US aerospace giant Boeing Wednesday reported higher first quarter earnings due to a tax credit, despite fewer deliveries of its problem-plagued Boeing 787.
Net income for the quarter came in at $1.1 billion, up 20 percent from the year-earlier period of $923 million. That translated into earnings per share of $1.44.
The earnings were boosted by a $145 million, or 19 cents per share gain, for a 2012 research and development tax credit.
Revenues were $18.9 billion, down 3 percent from the same period last year.
The tax credit and slightly lower expenses helped offset the effects of 2 percent lower operating earnings compared with last year. Boeing's workforce was 173,100, down 1,300 from the year-earlier period.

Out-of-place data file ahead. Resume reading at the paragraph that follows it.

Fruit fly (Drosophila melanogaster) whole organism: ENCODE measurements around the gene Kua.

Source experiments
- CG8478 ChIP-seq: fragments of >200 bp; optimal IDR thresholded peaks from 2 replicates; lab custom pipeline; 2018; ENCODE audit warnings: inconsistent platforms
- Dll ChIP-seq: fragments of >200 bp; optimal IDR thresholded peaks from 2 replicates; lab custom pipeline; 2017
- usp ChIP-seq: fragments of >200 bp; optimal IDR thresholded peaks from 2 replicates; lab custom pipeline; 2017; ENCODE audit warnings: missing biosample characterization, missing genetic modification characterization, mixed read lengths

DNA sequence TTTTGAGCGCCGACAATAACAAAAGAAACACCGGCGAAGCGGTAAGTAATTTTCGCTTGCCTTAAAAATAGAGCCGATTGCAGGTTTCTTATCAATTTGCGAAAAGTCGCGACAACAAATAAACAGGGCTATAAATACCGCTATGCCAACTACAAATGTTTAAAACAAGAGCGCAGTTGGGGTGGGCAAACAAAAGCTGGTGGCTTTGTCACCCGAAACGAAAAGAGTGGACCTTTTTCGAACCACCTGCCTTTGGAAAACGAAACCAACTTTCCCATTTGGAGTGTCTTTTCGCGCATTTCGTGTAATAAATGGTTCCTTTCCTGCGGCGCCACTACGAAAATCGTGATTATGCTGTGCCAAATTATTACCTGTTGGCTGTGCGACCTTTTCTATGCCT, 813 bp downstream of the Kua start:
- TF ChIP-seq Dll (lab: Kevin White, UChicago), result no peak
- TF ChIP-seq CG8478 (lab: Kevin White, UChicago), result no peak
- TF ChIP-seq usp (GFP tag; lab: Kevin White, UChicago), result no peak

Boeing, which has said the 787 problems would not significantly affect company earnings, also reaffirmed its 2013 profit forecast.
Boeing last week received approval from the Federal Aviation Administration to implement its fix to the 787's battery, which had overheated in some commercial flights.
Boeing only delivered one 787 in the most recent quarter, down from five in the year-earlier period. Overall commercial deliveries were flat compared with last year at 137.
"Our first priority in the days ahead is to fully restore our customers' 787 fleets to service and resume production deliveries," said chief executive officer Jim McNerney. "Our outlook for the year is positive, and our financial and delivery guidance is reaffirmed."
Boeing's "core earnings", a closely-watched benchmark that excludes pension and post-retirement expenses, came in at $1.73 per share, compared with analyst expectations of $1.48 per share.
Total company backlog at year-end was a record $392 billion, up from $390 billion at the beginning of the year.
Boeing shares were up 3.2 percent in pre-market trading.